Nature | News



Fossil-fuel divestment campaign hits resistance

Academics suggest other ways to cut carbon emissions on campus and beyond.

Article tools

Mark Ralston/AFP/Getty

Fossil-fuel energy is a profitable business, but institutions are being urged not to invest in it.

The fossil-fuel divestment movement has divided academia. On 24 April, SOAS University of London announced that it would sell off all of its investments in fossil-fuel companies within three years. Days later, the New York University (NYU) senate voted to recommend that the university keep its current fossil-fuel investments, but to develop a greener strategy for the future. Other institutions, including Harvard University in Cambridge, Massachusetts, and most recently Swarthmore College in Pennsylvania, have rejected calls for divestment.

Even if the movement does convince institutions to pull billions of dollars out of fossil fuels, economists generally agree that divestment will have little impact on the energy industry or greenhouse-gas emissions. Supporters themselves acknowledge that it is mostly a symbolic gesture. But some academics fear that the movement could draw attention away from more effective ways to encourage low-carbon energy.

“We need to focus on actions that are going to make a real difference,” says Rob Stavins, an economist at Harvard.

Students and environmentalists launched the divestment movement a few years ago, targeting major institutional investors such as public pension funds, government-held investment funds and philanthropic foundations. Organizers say that nearly 30 universities worldwide have made commitments to divest, or to otherwise revise their investment strategies. But investment experts say that divestment is unlikely to make a difference. “We don’t believe in divestment as a strategy — it’s naive, and it doesn’t solve the problem,” says Julian Poulter, chief executive of the Asset Owners Disclosure Project in London, which works with institutions to build greener investment portfolios to reduce risk as governments impose emissions-reducing regulations.

At NYU, faculty members, students and administrators in its 129-person senate adopted a resolution suggesting that the board of trustees maintain fossil-fuel investments totalling roughly US$139.7 million — around 4.1% of the $3.4-billion endowment. However, the resolution calls on the university not to put further money into fossil-fuel companies, and instead to develop a plan to invest in firms that “demonstrate a commitment to mitigate the effects of burning fossil fuels”.

“I’m happy with this outcome; it’s a sign of progress,” says David Frank, an environmental ethicist at NYU. He signed a petition in support of divestment, and says that the campaign is raising awareness about the problem, even if it does not provide any specific solutions.

Others complain that divestment misses the central role of fossil fuels in modern life. “How can you vilify the consumption of something that you use every day?” says Frank Wolak, an economist at Stanford University in California.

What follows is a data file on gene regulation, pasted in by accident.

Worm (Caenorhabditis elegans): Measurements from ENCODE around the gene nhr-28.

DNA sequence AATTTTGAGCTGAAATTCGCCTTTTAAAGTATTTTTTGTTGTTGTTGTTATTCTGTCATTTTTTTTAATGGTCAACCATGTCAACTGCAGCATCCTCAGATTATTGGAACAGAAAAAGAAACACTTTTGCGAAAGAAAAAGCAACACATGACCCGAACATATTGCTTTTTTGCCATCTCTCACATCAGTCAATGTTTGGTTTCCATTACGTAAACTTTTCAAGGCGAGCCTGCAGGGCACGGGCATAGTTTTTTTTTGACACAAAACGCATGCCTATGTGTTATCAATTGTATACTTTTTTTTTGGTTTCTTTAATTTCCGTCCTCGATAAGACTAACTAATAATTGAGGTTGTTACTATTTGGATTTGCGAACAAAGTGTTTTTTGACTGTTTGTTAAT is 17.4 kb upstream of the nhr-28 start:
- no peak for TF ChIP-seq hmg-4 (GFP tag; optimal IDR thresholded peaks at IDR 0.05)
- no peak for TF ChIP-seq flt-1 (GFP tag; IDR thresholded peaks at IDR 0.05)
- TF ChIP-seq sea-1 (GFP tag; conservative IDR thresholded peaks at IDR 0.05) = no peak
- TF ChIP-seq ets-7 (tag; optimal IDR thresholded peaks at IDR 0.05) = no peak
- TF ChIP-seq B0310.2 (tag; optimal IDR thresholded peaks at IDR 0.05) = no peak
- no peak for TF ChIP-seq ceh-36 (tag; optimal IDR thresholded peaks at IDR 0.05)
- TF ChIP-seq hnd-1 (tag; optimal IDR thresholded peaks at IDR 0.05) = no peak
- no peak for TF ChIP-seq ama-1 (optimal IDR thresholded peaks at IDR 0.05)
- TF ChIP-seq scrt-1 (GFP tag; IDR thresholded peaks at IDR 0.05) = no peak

He and others hope to shift students’ attention to what they consider a more effective strategy for weaning universities — and the world — off fossil fuels. On 20 April, Yale University in New Haven, Connecticut, announced plans to develop an internal carbon tax to reduce emissions. Wolak has proposed a similar approach at Stanford, and his team aims to develop a network of universities dedicated to the idea.

Such a network will not have a major impact on global carbon dioxide emissions, but economists have called for the same approach on a global scale. If fossil-fuel emissions were assigned a fee on the basis of their environmental impact, then dirty energy would become more expensive than cleaner alternatives. That would naturally shift investment toward cleaner sources.

At Yale, the carbon fee would be revenue neutral, similar to national proposals from think tanks in Washington DC. Money would be transferred from departments that have higher greenhouse-gas emissions than the university average to those that perform better. Students could participate by helping to cut emissions.

The idea is to give students and faculty members experience that they can carry into the real world, says William Nordhaus, an economist at Yale who led the development of the proposal. Nordhaus expects the university to start a pilot programme in the coming academic year, and to expand to all operations within three years.

“If you want to do something about climate change, then you have to do something about prices,” he says. “You are not going to solve the problem by beating up on companies.”

Journal name:
Date published:

For the best commenting experience, please login or register as a user and agree to our Community Guidelines. You will be re-directed back to this page where you will see comments updating in real-time and have the ability to recommend comments to other users.


Commenting is currently unavailable.

sign up to Nature briefing

What matters in science — and why — free in your inbox every weekday.

Sign up



Nature Podcast

Our award-winning show features highlights from the week's edition of Nature, interviews with the people behind the science, and in-depth commentary and analysis from journalists around the world.